Thursday, December 24, 2009

Happy Christmas!


I don't think anyone will have much time for blogging for the next week. Wishing everyone a Merry Christmas and a Happy New Year

Monday, December 14, 2009

Lady taxi drivers



In 1906 Paris saw the first lady taxi drivers. There was a lot of interest in these brave women. They soon learnt to drive motorised taxis too. I was pleased to find an excellent history in English which explains their story in more detail. Does image number 8 look familiar? Picture number 30 is of special interest to me.

Friday, December 04, 2009

Our Première Dame



There aren’t many photographs of Madame Henriette Poincaré. She was the wife of the president of France, Raymond Poincaré, during the first world war. I was interested to see that she has Italian blood like our present First Lady. She always accompanied her husband whenever it was possible and worked hard during the war to send out parcels, not only to the soldiers, but to the families and children they had left behind as well as offer them support.

She and her husband loved to spend time in the gardens at the Elysée palace. In 1917 an Orang-utan escaped from a nearby circus, found its way into the gardens and tried to drag her up a tree. Of course this news was censored at the time. She must have been absolutely terrified.

Here you see her arriving in Limoges in 1913 accompanied by the Minister of Agriculture (her husband had already arrived).

Tuesday, November 24, 2009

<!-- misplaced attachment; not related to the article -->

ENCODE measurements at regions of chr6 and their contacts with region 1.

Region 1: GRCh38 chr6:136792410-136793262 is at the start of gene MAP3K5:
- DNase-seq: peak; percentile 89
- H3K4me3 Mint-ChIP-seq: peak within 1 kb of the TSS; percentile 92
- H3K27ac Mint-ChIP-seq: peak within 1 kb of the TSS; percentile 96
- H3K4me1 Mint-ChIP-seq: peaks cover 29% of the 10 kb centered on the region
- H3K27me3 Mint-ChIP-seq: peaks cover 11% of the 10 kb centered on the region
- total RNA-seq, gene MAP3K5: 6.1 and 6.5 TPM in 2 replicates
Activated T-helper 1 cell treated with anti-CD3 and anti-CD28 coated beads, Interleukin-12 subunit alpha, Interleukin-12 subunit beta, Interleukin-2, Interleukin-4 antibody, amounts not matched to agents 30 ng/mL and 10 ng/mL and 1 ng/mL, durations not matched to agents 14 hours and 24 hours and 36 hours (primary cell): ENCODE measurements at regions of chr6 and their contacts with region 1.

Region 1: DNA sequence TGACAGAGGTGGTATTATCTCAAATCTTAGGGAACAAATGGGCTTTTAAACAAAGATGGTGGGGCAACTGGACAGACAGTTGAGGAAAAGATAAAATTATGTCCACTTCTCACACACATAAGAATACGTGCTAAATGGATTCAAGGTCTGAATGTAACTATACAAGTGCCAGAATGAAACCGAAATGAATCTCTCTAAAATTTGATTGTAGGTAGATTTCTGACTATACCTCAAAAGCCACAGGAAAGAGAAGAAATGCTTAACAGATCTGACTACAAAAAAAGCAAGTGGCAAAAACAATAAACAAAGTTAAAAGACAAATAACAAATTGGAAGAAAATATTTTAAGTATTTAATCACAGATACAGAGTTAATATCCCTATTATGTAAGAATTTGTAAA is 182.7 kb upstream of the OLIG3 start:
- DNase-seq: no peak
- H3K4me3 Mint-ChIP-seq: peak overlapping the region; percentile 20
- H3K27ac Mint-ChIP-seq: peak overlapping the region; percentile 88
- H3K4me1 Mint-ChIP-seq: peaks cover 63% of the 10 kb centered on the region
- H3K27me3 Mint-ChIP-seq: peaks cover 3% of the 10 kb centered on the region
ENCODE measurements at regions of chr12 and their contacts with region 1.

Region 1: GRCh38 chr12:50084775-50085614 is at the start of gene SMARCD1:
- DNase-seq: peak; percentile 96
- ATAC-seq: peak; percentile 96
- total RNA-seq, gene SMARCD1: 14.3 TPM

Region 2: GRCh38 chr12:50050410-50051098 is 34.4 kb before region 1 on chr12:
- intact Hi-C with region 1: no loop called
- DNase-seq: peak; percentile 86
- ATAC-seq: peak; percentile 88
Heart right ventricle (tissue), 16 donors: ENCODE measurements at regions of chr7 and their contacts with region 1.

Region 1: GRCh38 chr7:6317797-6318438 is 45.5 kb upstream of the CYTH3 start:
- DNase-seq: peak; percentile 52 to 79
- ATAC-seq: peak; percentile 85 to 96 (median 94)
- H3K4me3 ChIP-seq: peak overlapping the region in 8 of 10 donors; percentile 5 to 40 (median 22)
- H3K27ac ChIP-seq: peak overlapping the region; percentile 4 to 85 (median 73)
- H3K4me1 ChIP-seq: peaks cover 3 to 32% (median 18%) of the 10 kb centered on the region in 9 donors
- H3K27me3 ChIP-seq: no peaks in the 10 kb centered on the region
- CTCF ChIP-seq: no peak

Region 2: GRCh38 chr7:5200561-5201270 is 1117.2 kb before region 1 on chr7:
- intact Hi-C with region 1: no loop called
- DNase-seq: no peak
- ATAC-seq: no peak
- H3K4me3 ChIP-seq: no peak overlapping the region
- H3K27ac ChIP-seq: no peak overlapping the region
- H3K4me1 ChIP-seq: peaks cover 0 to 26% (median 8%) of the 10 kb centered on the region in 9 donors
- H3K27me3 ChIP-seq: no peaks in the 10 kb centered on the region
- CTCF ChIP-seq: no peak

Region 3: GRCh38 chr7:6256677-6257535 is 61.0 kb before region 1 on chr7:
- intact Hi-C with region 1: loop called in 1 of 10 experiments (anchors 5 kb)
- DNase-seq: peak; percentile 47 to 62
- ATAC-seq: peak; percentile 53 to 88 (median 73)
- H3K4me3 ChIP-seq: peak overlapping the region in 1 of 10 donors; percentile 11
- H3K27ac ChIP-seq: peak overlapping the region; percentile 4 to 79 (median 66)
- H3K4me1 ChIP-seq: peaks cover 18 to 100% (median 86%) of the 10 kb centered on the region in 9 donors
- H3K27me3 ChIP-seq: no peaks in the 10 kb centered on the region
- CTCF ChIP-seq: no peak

Sapeurs Pompiers de Paris



These are examples of the different uniforms Parisian fire-fighters would have worn around 1900. In France the fire service deal with all emergencies. Though I’m still wondering about the one with the gun…

As always click on the image to get a better view.

Monday, November 02, 2009

Continuing the story of Odette :



Odette was born in 1899. I’ve discovered that her father was in the army. He sent her a postcard of the officers mess with a cross marking the window of his room, she was eight years old at the time. Her grandmother’s Chateau is not for sale, as I thought, there are two chateaux with the same name. Her Grandmother who signed her cards 'Granny' was a Countess!

In 1906 Odette went to stay with friends and afterwards they sent her these two lovely postcards. I presume that her friends were called Denise and Marguerite


Saturday, October 24, 2009

Jeannic



"A travelling photographer is passing through the area. Jeannic is five years old, we must have a photograph of her… but she is terrified by the man and his machine! So daddy has to be at her side. Come on Jeannic watch the birdie…"

Friday, October 23, 2009

This is where I live



It hasn’t changed that much since 1900 when this card was sent. Unfortunately the boats have changed. There are more people who sail for leisure and fewer fishing boats.

Thursday, September 24, 2009

Fritz